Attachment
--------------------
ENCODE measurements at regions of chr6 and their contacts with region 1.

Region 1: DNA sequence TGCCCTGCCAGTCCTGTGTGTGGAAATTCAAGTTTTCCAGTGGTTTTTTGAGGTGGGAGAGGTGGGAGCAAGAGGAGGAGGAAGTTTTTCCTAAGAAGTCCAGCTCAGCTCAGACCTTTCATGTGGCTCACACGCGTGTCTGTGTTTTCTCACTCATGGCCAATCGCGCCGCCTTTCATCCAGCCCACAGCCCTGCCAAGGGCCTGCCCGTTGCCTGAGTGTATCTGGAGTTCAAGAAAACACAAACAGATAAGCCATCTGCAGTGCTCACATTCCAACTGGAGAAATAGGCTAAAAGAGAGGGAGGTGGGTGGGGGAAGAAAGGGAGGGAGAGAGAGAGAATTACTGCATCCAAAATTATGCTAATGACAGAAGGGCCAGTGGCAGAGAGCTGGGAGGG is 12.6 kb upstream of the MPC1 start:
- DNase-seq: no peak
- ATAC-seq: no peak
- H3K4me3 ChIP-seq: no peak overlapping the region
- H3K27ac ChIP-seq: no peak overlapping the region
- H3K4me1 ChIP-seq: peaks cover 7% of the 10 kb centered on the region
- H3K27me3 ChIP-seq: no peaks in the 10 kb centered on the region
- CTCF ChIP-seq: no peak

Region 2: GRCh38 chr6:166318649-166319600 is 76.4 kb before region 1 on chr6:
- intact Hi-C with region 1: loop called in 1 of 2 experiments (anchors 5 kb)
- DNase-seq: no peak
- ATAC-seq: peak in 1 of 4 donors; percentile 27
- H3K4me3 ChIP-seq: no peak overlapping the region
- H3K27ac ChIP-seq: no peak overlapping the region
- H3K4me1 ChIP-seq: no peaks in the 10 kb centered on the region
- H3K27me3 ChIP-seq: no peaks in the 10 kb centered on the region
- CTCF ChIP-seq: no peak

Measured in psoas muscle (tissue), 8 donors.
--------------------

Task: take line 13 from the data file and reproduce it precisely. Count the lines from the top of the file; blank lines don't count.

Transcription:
- ATAC-seq: peak in 1 of 4 donors; percentile 27